A less blunt acknowledgment by Clinton of the U.S. role in El Salvador’s civil war was criticized by Francisco Lorenza, a deputy in that country’s National Assembly.

“He blamed mostly the left and the right without clearly accepting the United States’ responsibility as a sponsor of the war,” said Lorenza, a member of the Farabundo Marti National Liberation Front, a guerrilla movement that became a political party when El Salvador’s war ended in 1992.

The president’s four-day trip to Nicaragua, Honduras, El Salvador and Guatemala, which ends today at a summit between Clinton and Central American leaders, was built around his examination of programs providing relief from the horrors of tropical storm Mitch, which struck last fall, and the broader effort to rebuild Central American society after years of suffering due to assaults by right-wing death squads and leftist upheaval.

Immigration issues are at a boil in the United States: In addition to seeking shifts in the 1997 act giving preference to Cubans and Nicaraguans, the Clinton administration has let lapse a temporary plan that halted deportations of Salvadorans and Guatemalans for 60 days to avert the hardship that their arrival would have caused back home after the onslaught of Mitch.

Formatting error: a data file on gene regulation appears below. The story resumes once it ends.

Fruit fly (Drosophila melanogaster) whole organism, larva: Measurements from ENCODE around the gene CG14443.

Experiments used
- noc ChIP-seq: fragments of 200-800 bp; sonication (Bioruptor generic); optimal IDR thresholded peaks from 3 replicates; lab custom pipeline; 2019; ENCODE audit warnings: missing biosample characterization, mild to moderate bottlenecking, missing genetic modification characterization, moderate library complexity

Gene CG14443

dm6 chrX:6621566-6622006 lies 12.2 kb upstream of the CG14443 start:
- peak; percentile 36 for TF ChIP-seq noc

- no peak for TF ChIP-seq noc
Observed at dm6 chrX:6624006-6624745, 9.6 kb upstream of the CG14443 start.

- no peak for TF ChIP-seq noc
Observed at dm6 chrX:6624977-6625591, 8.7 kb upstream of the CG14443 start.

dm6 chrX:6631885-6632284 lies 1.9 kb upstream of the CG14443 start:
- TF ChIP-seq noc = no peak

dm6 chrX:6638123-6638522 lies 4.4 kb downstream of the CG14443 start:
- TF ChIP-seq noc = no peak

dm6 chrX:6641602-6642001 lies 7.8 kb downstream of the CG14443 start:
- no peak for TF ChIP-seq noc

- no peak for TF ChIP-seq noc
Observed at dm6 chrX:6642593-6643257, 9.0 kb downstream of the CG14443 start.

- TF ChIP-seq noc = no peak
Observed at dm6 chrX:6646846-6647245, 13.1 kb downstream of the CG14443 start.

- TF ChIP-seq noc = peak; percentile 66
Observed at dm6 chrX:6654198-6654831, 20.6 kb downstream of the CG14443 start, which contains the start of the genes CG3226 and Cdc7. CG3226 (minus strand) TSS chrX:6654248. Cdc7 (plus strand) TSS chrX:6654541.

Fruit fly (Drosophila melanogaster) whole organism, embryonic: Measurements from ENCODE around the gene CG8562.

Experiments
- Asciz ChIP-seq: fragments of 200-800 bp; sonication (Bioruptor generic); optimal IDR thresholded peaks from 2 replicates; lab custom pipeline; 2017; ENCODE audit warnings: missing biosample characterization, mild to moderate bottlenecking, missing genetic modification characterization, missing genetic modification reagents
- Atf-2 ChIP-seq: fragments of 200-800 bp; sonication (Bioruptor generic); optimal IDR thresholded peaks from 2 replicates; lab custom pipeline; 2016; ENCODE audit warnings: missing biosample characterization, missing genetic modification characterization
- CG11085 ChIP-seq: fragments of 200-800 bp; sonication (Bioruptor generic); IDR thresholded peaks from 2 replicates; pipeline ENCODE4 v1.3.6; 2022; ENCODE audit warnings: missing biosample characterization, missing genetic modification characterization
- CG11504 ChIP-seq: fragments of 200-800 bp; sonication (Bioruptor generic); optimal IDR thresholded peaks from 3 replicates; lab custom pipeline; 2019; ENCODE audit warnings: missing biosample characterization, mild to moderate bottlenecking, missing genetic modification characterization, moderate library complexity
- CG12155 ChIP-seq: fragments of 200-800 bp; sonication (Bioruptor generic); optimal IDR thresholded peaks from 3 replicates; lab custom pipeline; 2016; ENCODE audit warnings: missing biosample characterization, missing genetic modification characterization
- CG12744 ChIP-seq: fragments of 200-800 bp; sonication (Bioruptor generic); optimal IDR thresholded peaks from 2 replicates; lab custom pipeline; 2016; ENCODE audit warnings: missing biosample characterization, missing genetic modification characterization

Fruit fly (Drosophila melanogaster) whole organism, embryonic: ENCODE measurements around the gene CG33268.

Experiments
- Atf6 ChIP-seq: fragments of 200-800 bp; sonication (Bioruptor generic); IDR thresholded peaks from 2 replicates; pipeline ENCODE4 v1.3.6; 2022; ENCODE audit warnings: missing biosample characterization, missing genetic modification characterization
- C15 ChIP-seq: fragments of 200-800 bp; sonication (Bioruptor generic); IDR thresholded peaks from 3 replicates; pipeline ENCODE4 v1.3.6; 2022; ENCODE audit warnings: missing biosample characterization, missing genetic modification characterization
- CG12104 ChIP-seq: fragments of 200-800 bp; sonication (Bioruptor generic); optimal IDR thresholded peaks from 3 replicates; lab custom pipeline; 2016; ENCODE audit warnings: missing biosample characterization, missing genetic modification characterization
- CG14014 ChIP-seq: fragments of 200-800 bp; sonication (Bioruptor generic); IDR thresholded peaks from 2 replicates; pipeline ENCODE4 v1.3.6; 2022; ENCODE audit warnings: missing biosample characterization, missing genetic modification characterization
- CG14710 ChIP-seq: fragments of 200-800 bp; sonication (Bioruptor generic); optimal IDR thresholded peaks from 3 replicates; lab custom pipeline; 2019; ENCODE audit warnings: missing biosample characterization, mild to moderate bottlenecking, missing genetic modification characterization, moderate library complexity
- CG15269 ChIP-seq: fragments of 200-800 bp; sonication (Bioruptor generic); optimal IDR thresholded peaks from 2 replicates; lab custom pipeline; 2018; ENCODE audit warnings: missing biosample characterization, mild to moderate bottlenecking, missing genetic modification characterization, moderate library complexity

An 18-month moratorium protecting Nicaraguans and Hondurans remains in force, however, because U.S. officials believe that their countries’ economies would be less able to absorb their return.

The issue is among the most sensitive in the United States’ often-troubled relations with the struggling nations of the isthmus.

Salvadoran President Armando Calderon Sol complained to Clinton that the differentiation of U.S. immigration policy was “creating unnecessary divisions” in the region, said Samuel R. “Sandy” Berger, Clinton’s national security advisor.

Treatment of immigrants is a vital issue in El Salvador, which depends on remittances from migrants, who send home more than $1 billion a year.

As he reviewed the turmoil that has marked the region’s recent history, Clinton said Central America had suffered “man-made disasters far more cruel than anything nature can bestow on us.”

“There was a time not long ago when many in this region believed they could only defend their point of view at the point of a gun, a time when civil war and repression claimed tens of thousands of lives and cast many thousands more into exile, a time when farmers were pushed off their land and children were torn from their parents, a time which provoked in the United States bitter divisions about our role in your region,” he said.

“The wars are over,” he said. “A battlefield of ideology has been transformed into a marketplace of ideas.”

Gerstenzang reported from San Salvador and Guatemala City, and Darling from San Salvador.